The Legal Issue Regarding Fingerprints

I have mixed feelings about the iPhone 5S’s fingerprint reader. On the one hand I believe it would encourage users to enable the security features on their phones. On the other hand it makes things easier for law enforcement because forcing somebody’s finger onto a reader is much easier than coercing their password out of them. As it turns out there may be additional legal issues regarding Apple’s fingerprint reader:

Courts have given mixed messages about whether Americans are protected from being forced to divulge passwords or decrypt information for law enforcement officials. Civil liberties advocates argue defendants shouldn’t have to unlock their own computers for the cops. The logic: Under the Fifth Amendment, Police can’t force you to self-incriminate by testifying, or divulging something in your mind.

It’s unclear if that same protection applies if the password is your fingerprint.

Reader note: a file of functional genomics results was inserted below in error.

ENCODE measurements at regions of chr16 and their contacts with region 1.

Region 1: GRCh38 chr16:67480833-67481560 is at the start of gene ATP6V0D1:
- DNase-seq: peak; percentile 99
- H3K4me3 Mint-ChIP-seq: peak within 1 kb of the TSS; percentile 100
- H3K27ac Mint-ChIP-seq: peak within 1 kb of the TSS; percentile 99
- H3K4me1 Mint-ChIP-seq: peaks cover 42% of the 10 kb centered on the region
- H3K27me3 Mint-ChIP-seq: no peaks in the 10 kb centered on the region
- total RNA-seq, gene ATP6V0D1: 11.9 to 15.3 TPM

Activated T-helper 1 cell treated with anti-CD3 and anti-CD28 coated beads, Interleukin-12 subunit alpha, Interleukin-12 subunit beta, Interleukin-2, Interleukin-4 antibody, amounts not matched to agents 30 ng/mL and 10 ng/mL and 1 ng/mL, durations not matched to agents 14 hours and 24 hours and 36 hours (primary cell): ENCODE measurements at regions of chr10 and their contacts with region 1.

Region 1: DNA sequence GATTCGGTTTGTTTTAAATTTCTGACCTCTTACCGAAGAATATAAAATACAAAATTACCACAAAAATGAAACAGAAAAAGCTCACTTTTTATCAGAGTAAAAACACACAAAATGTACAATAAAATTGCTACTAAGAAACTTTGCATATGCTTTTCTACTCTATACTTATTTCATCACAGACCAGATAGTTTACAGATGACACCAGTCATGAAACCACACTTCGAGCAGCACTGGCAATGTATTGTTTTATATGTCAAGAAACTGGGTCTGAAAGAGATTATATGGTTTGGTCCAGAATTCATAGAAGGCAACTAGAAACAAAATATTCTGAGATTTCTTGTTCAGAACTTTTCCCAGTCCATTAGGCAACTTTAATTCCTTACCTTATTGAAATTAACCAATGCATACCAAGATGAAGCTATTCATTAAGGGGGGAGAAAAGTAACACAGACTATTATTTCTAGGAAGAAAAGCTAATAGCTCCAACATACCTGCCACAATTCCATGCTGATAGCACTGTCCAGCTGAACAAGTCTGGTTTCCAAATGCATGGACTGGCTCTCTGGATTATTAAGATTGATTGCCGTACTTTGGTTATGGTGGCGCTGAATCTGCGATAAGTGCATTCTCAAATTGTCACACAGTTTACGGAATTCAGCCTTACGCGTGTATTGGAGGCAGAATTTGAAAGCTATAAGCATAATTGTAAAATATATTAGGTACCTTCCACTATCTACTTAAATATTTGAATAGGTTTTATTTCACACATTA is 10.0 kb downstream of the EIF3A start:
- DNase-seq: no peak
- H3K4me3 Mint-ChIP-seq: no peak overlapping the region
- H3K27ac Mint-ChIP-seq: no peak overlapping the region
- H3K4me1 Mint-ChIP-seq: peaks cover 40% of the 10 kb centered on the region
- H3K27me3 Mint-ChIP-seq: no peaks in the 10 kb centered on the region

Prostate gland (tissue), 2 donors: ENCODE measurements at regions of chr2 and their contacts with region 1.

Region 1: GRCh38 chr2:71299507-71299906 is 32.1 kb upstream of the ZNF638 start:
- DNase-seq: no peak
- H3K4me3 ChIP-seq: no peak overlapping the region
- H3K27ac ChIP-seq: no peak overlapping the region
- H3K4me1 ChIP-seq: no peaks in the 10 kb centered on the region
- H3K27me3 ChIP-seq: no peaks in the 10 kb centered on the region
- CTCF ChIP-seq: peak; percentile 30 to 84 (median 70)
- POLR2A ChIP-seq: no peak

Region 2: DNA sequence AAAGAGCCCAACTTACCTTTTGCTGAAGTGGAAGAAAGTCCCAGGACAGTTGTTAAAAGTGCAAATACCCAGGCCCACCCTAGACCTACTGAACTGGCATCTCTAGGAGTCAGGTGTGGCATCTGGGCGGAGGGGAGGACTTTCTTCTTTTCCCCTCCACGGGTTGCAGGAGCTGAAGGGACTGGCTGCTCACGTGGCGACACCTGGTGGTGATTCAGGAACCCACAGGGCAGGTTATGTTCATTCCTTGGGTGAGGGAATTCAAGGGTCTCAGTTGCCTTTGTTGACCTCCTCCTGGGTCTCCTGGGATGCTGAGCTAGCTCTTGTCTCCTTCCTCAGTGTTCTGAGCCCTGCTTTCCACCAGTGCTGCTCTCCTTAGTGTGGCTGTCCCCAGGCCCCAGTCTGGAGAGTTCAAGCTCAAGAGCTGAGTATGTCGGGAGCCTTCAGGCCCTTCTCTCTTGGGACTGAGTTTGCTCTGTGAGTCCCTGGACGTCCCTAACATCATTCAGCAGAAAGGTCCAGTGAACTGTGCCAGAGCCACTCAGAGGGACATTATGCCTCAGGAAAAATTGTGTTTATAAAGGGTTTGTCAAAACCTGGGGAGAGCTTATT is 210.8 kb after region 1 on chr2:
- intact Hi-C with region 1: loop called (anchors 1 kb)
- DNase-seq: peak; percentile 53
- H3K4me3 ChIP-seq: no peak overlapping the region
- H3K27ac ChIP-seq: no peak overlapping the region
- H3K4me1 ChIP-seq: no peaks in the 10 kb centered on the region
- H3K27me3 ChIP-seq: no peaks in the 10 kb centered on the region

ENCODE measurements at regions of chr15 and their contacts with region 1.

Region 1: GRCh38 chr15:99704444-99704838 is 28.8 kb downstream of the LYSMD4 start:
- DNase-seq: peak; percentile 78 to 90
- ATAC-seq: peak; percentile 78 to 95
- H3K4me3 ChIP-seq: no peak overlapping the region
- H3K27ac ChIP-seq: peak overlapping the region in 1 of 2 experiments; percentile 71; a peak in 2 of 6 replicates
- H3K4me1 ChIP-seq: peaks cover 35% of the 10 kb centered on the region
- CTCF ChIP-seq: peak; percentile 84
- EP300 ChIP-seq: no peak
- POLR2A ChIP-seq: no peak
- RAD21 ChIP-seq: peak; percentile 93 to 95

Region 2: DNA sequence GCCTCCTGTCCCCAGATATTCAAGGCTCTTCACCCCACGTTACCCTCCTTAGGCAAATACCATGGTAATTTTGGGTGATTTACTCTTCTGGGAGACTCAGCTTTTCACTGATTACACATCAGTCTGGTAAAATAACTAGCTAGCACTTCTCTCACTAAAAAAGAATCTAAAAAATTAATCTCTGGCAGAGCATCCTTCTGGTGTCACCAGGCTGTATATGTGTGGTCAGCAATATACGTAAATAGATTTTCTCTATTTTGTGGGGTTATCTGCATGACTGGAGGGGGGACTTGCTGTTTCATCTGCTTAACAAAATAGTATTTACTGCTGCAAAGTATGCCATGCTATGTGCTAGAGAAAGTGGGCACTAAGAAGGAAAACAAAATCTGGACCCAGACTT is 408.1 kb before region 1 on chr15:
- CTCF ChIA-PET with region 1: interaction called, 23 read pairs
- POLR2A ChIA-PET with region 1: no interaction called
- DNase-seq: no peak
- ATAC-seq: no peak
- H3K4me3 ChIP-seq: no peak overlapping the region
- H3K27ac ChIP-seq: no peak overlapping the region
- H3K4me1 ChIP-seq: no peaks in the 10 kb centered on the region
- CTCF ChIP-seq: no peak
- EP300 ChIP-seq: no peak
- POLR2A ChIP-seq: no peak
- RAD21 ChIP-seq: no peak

“A fingerprint is entitled to less constitutional protection than a password known in your mind,” said Hanni Fakhoury, a staff attorney at the Electronic Frontier Foundation in San Francisco. “If police arrest you and ask you for a password, you could refuse and they’d be hard pressed to force you to divulge the password.”

Of course, police already collect fingerprints after booking a suspect. And the Supreme Court has also held that police don’t need a search warrant to collect fingerprints.

The combination of being able to collect fingerprints without a search warrant and the east of which a person’s finger can be forced onto a scanner creates a dangerous legal environment. It’s not stretch of the imagination to think of a situation where a police officer forces a suspects finger onto their phone’s scanner, finds incriminating evidence, and makes an arrest based on that evidence. During the court battle the office would argue that he is allowed to collect fingerprints without a search warrant, which is what he did.